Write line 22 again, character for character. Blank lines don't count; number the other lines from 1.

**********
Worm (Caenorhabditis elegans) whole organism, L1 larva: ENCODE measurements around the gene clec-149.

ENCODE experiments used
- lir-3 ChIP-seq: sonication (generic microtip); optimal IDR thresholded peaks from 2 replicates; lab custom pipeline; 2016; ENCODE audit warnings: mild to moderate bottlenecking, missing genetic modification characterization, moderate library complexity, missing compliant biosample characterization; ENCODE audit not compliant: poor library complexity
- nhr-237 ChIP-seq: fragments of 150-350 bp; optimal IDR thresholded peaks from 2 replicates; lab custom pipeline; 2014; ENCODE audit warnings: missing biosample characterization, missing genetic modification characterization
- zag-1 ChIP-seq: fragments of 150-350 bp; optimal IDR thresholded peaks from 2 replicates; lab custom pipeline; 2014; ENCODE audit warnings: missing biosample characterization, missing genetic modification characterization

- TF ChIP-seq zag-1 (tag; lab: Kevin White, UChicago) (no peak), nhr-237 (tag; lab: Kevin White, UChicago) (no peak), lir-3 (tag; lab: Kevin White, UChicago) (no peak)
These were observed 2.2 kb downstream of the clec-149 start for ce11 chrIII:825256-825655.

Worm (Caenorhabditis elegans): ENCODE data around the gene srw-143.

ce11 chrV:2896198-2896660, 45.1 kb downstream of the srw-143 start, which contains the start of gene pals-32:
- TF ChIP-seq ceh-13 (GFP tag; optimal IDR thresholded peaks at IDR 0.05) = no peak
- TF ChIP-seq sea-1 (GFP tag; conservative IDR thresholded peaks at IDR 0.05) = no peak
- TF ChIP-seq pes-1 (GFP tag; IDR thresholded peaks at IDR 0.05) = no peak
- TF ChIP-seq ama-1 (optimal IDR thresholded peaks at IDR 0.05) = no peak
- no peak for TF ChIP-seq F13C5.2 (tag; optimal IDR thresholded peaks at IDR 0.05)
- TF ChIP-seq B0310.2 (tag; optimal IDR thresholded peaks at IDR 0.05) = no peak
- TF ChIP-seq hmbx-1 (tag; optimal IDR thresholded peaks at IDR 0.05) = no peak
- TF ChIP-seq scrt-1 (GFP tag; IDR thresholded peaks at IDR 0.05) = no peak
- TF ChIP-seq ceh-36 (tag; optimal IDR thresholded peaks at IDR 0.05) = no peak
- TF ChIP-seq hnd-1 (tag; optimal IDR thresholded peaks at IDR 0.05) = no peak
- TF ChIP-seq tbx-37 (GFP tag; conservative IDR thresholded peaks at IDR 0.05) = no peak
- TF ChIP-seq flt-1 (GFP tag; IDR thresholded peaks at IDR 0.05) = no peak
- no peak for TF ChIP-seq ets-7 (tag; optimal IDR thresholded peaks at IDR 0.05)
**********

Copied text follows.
- no peak for TF ChIP-seq ets-7 (tag; optimal IDR thresholded peaks at IDR 0.05)